White House senior advisor Steve Bannon attends as President Donald Trump signs executive orders in the Oval Office at the White House in Washington, D.C. on Jan. 28, 2017. REUTERS

Steve Bannon, the White House's chief strategist and former Breitbart executive chairman, Goldman Sachs executive, Hollywood producer and Navy officer, has emerged as one of the most powerful voices in the early days of the Donald Trump administration. During the campaign and after the election, Bannon was widely criticized for his ties to the Alt-Right, his ex-wife's accusations of anti-Semitism, and reportedly nativist views. Now that the Trump administration has taken power, Bannon's role is starting to become clear. Here's what we know so far.

He called the media "the opposition party." Bannon rarely grants interviews, but he agreed to speak to the New York Times last week and told the paper that the media should "keep its mouth shut and just listen for awhile."

“I want you to quote this,” Bannon told the Times. “The media here is the opposition party. They don’t understand this country. They still do not understand why Donald Trump is the president of the United States.”

He reportedly overruled Homeland Security lawyers during the creation of Trump's travel ban. Bannon was in charge of the drafting of the travel ban that spurred protests throughout the nation last weekend, the Daily News reported. Department of Homeland Security lawyers told Trump banning green card holders would be illegal, but Bannon overruled them, the News said.

He has been added to National Security Council despite having no military or foreign-policy expertise. Over the weekend, Trump issued an executive order that added Bannon to the National Security Council's principals committee, where Bannon will sit with the secretaries of state, defense, energy and treasury. The move was considered unprecedented by experts, who questioned why a political strategist would be included in national security decisions. President George W. Bush banned political operatives from NSC meetings while President Obama allowed some political aides, like David Axelrod, to sit in on the meetings.

“I’ve never seen that happen, and it shouldn’t happen. It’s not like he has broad experience in foreign policy and national security issues. He doesn’t," Leon Panetta, a former White House chief of staff, defense secretary and CIA director, told the NY Times. "His primary role is to control or guide the president’s conscience based on his campaign promises. That’s not what the National Security Council is supposed to be about.”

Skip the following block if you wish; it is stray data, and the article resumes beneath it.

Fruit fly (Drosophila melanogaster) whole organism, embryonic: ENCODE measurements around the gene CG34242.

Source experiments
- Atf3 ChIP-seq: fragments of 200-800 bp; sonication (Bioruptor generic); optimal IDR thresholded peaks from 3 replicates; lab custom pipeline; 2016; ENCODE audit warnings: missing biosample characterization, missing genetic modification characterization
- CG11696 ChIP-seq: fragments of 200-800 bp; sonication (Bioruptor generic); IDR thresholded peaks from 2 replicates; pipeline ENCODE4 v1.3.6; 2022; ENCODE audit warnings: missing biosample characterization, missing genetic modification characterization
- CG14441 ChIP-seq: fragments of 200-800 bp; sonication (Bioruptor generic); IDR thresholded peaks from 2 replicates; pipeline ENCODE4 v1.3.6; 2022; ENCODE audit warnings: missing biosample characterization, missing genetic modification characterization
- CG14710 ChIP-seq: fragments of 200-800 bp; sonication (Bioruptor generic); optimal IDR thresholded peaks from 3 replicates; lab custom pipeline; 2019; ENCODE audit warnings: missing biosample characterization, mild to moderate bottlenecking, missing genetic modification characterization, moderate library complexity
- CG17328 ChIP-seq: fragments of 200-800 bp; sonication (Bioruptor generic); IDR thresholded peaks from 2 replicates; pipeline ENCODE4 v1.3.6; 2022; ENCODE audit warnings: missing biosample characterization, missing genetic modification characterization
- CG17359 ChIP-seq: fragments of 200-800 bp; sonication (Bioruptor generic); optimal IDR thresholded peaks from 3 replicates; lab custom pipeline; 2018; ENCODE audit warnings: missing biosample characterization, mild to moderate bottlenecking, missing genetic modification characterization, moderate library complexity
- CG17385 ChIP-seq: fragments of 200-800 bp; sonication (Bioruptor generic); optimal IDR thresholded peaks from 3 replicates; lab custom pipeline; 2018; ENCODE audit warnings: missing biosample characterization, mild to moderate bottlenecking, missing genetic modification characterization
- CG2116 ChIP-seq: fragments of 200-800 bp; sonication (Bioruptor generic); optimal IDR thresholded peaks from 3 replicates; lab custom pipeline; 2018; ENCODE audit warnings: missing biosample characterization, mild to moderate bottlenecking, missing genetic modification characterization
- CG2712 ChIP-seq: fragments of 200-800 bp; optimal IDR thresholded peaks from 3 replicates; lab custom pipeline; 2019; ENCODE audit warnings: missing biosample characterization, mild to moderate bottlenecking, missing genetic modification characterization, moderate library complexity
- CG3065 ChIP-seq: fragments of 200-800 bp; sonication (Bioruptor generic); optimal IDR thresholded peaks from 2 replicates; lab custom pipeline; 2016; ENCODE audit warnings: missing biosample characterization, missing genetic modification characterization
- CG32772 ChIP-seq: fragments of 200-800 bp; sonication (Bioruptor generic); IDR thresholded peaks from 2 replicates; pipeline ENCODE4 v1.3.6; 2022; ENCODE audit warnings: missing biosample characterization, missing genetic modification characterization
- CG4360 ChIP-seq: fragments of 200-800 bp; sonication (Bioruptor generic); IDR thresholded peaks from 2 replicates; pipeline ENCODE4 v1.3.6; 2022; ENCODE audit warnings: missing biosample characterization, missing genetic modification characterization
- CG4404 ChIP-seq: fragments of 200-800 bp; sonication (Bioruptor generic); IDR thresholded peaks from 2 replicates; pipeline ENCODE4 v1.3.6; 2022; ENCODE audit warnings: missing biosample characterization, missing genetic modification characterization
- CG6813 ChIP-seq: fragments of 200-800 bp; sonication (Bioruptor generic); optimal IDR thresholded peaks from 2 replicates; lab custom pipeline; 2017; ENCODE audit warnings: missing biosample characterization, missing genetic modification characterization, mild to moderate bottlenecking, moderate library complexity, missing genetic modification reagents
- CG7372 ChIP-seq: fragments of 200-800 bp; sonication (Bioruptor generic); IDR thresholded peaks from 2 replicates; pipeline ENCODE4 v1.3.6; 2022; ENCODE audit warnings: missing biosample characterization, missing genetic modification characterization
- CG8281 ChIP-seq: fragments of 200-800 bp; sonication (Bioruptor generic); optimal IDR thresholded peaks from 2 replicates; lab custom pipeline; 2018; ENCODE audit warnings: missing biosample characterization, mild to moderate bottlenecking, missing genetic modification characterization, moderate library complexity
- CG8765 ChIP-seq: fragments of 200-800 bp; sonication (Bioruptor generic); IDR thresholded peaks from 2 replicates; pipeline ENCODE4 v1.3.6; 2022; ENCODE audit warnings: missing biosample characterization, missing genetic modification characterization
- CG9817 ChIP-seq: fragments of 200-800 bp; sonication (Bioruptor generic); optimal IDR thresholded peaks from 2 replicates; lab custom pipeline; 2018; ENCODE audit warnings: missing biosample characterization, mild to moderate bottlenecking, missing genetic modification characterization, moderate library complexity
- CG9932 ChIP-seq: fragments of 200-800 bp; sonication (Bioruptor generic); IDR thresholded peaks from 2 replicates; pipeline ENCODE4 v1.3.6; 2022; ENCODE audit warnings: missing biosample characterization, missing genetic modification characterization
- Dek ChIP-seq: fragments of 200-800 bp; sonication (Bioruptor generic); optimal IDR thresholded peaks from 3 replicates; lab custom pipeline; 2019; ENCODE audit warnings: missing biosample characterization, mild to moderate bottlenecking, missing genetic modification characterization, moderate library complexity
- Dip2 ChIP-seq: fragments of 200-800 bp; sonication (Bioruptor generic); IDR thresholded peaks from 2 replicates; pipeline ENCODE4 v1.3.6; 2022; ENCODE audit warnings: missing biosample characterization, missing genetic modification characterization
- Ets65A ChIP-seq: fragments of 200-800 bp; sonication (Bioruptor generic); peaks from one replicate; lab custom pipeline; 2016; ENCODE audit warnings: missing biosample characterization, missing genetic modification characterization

Trump's order also said the chairman of the Joint Chiefs and the director of national intelligence would only attend committee meetings that touched on issues relevant to their responsibilities and expertise.

He has eliminated some national security paper trails. In previous administrations, any meeting of the NSC principals or deputies would produce a comprehensive paper trail in the form of a "summary of conclusions" or SOC. The SOC included everything discussed and any conclusions reached during meetings. An anonymous intelligence official told Foreign Policy that the Trump administration produced no SOCs during its first week, a change that the official blamed on Bannon. “He is running a cabal, almost like a shadow NSC,” the intelligence official said. "He who has the pen has the authority to shape outcomes."

He allegedly called himself a "Leninist" and advocated the "destruction of the state" in 2013. While this quote by Bannon was reported last year, it has re-emerged on on social media after Bannon positioned himself as one of the most important players in the early days of the Trump administration.

Author Ronald Radosh said that Bannon declared himself a "Leninist" at a Nov. 2013 book party at Bannon's Capitol Hill townhouse. Radosh recounted the exchange in a story for the Daily Beast in August.

“Lenin,” he answered, “wanted to destroy the state, and that’s my goal too. I want to bring everything crashing down, and destroy all of today’s establishment.” Bannon was employing Lenin’s strategy for Tea Party populist goals. He included in that group the Republican and Democratic Parties, as well as the traditional conservative press.

Radosh said he emailed Bannon before the piece was published to see if he remembered the conversation. Bannon replied by saying "I don't remember meeting you and I don't remember the conversation."

On Sunday, a post by Boston College American history professor Heather Cox Richardson argued that the travel ban was an effort by Bannon to use a "shock event" to create chaos, a theory that aligns with Bannon's desire to "destroy all of today's establishment." The post was shared over 73,000 times by Tuesday afternoon.